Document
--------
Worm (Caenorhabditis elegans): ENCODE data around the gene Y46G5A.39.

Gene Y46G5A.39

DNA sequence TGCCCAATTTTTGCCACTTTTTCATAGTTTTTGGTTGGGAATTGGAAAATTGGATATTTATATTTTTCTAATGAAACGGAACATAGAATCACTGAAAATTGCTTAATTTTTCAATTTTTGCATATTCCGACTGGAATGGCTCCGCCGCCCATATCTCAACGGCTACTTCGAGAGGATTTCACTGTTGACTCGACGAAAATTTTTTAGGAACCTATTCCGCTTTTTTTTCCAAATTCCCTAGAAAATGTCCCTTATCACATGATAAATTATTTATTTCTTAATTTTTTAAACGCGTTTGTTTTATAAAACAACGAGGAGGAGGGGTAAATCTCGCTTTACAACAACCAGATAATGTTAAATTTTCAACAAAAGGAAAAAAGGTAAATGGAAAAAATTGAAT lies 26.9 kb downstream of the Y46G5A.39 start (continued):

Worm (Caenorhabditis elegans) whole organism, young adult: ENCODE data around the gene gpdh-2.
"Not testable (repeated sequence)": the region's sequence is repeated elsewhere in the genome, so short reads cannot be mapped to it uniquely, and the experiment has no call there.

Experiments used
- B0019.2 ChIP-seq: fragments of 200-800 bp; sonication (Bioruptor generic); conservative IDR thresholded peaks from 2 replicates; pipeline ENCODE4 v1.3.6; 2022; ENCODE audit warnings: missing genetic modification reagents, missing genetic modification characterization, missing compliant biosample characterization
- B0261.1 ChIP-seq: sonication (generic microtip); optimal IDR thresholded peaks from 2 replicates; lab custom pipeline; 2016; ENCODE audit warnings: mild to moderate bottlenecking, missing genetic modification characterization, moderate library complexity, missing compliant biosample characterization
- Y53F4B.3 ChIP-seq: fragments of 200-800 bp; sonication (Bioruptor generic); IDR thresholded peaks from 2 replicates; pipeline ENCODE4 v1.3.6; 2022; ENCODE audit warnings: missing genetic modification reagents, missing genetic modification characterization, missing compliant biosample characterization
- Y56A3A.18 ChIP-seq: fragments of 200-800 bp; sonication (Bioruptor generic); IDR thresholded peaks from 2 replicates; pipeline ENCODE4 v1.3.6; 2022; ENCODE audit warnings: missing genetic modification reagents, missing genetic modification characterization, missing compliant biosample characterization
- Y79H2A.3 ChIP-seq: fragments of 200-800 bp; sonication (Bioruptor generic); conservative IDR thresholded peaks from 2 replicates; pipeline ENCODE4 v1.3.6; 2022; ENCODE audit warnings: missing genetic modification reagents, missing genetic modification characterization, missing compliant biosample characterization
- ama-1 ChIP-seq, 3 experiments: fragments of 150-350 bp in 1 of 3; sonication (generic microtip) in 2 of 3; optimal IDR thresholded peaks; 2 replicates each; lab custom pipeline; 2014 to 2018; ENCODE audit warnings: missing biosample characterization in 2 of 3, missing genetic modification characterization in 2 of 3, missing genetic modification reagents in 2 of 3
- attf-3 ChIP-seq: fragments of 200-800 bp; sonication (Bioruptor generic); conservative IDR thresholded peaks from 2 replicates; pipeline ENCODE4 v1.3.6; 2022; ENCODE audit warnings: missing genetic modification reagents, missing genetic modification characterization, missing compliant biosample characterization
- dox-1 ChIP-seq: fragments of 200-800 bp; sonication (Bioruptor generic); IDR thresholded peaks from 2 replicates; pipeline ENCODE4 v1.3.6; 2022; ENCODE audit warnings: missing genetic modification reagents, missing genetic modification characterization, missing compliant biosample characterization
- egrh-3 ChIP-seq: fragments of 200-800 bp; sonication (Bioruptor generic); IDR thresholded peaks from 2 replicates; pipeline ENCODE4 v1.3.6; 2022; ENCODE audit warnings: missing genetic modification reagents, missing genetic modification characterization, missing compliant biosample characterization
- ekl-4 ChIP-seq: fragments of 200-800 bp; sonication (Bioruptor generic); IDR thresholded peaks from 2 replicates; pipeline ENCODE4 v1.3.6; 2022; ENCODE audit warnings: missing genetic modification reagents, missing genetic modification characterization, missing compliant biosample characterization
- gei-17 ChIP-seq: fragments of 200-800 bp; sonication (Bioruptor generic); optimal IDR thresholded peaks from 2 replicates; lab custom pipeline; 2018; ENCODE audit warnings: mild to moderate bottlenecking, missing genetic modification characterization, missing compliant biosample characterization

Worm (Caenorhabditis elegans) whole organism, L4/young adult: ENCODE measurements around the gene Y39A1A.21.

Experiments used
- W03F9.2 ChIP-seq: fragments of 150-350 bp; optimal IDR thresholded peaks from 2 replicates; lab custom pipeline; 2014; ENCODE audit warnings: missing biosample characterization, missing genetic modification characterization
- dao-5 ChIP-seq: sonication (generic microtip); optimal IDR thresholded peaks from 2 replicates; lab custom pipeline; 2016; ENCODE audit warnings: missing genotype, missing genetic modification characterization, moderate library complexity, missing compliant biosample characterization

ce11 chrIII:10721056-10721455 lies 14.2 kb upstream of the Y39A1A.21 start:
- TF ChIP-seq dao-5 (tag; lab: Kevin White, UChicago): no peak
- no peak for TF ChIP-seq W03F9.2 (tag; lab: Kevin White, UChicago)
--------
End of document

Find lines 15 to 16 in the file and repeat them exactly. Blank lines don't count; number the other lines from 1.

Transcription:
- egrh-3 ChIP-seq: fragments of 200-800 bp; sonication (Bioruptor generic); IDR thresholded peaks from 2 replicates; pipeline ENCODE4 v1.3.6; 2022; ENCODE audit warnings: missing genetic modification reagents, missing genetic modification characterization, missing compliant biosample characterization
- ekl-4 ChIP-seq: fragments of 200-800 bp; sonication (Bioruptor generic); IDR thresholded peaks from 2 replicates; pipeline ENCODE4 v1.3.6; 2022; ENCODE audit warnings: missing genetic modification reagents, missing genetic modification characterization, missing compliant biosample characterization